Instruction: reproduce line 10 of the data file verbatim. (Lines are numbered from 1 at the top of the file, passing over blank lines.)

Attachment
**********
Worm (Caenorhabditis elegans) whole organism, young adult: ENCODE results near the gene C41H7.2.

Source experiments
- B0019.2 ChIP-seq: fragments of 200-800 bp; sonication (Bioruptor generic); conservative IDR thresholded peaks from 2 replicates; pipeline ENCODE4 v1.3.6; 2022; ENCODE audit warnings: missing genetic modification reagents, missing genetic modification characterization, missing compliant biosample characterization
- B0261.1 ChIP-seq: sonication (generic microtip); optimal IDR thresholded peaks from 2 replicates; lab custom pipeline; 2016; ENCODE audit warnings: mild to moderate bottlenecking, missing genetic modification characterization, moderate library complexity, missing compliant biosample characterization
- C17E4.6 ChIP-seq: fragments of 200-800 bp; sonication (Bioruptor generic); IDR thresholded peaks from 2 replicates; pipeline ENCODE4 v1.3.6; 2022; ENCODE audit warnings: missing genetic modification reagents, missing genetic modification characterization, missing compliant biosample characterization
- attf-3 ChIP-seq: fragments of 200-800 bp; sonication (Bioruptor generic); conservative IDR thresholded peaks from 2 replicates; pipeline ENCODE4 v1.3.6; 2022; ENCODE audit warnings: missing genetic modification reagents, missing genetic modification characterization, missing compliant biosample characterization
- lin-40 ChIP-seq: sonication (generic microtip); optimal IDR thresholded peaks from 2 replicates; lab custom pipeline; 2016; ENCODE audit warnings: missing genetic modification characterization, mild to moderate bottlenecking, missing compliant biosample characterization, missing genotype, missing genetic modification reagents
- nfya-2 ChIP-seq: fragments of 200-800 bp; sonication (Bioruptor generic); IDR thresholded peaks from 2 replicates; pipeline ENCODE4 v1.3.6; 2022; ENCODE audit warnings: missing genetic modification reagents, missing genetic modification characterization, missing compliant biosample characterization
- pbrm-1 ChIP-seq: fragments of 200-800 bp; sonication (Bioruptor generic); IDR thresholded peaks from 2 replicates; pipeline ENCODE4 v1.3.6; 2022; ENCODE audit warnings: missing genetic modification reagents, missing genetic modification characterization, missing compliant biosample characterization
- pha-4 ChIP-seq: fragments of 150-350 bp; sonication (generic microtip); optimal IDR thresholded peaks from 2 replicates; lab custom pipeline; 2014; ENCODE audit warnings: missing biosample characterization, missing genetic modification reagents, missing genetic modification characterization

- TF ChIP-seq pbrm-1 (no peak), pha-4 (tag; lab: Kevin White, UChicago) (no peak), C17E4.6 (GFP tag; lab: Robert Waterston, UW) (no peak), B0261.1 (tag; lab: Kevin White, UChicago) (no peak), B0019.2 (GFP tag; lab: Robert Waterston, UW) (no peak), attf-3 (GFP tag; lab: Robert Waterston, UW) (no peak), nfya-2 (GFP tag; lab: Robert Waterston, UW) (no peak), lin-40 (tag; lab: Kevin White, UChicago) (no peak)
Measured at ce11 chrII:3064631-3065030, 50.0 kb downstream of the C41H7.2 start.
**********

- pha-4 ChIP-seq: fragments of 150-350 bp; sonication (generic microtip); optimal IDR thresholded peaks from 2 replicates; lab custom pipeline; 2014; ENCODE audit warnings: missing biosample characterization, missing genetic modification reagents, missing genetic modification characterization